Someone You Should Know: Training the next generation of goldsmiths
SIOUX FALLS, S.D. (Dakota News Now) - A Sioux Falls man is training the next generation of goldsmiths.
Tom Arnoldy got his start in the jewelry business back in high school, when he was in Aberdeen. Now he is teaching others this unique profession.
“I was sitting in the living room with my mom and I had a part-time job at that time and I really didn’t like it. She was reading the paper and she had noticed a job opening with Curpatrick’s Jewelry in Aberdeen,” said Arnoldy.
Tom got the job and after working part-time through high school, his employers asked him if he was interested in joining the GIA, the Gemological Institute of America.
“I went to California the following year and studied jewelry,” said Arnoldy.
That would be the beginning of an almost 45-year career. He did everything in the business and eventually narrowed his focus into being a goldsmith.
“...Been interested in earth sciences and minerals that we work with, the gems we work with are all from the earth, and the metals we work with are all from the earth,” said Arnoldy. “As a goldsmith, we will do all aspects of repair, fabrication, design, building of mountings, we will set all the stones, solder... repair numerous items, any item that is gold, platinum or silver based, we will repair or build it...”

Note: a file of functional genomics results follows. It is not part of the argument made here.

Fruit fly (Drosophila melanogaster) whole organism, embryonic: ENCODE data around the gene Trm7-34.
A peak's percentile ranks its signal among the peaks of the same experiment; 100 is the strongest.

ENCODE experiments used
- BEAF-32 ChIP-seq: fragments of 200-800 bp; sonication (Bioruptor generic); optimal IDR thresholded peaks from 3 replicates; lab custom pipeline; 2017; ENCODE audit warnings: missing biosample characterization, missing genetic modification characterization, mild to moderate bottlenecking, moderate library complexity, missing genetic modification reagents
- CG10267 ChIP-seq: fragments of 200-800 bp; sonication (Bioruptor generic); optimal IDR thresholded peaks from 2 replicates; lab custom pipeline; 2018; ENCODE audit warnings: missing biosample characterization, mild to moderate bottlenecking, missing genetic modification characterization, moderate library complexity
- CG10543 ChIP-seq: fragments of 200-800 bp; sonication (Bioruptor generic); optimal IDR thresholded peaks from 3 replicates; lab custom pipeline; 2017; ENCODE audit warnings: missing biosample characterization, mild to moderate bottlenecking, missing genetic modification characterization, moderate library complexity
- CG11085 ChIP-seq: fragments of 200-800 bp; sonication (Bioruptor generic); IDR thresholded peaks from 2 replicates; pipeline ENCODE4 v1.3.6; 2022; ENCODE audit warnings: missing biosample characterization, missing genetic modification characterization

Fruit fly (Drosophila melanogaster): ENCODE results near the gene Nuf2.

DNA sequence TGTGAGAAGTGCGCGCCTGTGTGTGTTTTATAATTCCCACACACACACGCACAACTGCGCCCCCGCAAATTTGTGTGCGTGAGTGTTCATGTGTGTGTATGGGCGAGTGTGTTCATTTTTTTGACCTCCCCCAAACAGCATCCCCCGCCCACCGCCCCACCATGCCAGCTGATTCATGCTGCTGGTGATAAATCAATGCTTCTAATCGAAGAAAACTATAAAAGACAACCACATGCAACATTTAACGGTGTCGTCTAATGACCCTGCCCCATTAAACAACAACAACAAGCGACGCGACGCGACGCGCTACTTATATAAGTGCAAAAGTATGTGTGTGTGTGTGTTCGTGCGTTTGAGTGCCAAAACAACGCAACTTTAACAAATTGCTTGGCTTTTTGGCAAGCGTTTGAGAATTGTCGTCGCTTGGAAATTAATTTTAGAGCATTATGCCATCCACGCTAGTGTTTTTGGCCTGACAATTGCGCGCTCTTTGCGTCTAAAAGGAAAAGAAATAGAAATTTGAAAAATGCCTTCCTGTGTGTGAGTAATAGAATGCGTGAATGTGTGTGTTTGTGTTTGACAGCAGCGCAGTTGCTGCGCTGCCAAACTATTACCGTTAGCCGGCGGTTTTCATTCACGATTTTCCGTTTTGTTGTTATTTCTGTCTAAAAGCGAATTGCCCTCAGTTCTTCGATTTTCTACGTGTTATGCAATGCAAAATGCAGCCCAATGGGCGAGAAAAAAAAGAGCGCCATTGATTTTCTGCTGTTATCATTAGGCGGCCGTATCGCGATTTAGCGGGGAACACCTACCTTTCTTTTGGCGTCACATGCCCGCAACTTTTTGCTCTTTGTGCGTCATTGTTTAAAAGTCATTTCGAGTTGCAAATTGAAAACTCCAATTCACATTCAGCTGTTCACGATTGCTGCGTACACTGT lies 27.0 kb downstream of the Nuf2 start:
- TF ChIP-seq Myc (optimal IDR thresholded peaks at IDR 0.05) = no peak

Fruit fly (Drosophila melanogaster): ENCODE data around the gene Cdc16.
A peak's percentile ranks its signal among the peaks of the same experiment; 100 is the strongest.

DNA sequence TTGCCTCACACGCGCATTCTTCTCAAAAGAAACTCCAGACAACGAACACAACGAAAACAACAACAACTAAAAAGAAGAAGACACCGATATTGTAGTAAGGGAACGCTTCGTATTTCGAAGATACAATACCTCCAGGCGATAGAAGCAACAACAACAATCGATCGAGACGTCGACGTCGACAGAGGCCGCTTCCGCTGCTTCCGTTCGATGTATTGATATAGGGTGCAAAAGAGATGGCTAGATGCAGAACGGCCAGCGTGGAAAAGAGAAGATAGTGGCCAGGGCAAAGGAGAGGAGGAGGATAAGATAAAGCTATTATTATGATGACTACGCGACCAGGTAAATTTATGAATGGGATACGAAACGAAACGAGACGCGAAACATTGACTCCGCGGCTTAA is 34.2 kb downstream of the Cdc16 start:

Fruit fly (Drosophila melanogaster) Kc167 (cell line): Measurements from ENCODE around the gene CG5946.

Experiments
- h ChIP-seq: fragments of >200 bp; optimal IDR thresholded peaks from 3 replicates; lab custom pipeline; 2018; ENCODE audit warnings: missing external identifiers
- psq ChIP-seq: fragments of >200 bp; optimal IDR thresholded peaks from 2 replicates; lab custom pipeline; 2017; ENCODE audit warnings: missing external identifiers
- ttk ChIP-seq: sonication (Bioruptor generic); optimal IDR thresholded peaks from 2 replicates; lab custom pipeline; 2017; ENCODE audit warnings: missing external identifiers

Tom runs Riddle’s Goldsmith Training Program. Students come from stores all over the region to Sioux Falls to learn from him.
“He’s really great. He shows us a lot of different things. He works with all of our styles, I feel like. I’ve learned, I’ve learned so much already,” said goldsmith trainee, Madison Deslauriers.
“I enjoy a lot the, you know the students that I work with, and a lot of them are younger, but not all. I’ve worked with people from 20-to-70-years-old. A fair amount of people at the bench will have some level of an art background,” said Arnoldy.
“You’re artistic if you like to work with, you know, fine detail, and that’s one thing about Tom, he’s a, he’s a great teacher, a great explainer, he also does a very good job of giving a hands-on experience as well as showing you how to do the different tasks,” said Riddle’s Jewelry Store manager, Brent Reisenaur.
Tom says technology has changed the business some, but can’t replace the human touch.
“In our world, we’re dealing with constant dimensional changes, different angles, with that, you pretty much have to do it by hand, Machines can just not take that away. There is going to be a hands-on portion to this industry, I feel, forever,” said Arnoldy.
The best part is seeing a finished product that may be a lifetime keepsake for someone, Arnoldy said, “from what it originally starts with to what it ends up to is like night and day. You know, something that is dull and drab to something that is bright and beautiful.”
Arnoldy said he’ll keep doing his work as long as his fingers and eyes are in shape, or at least for a while.
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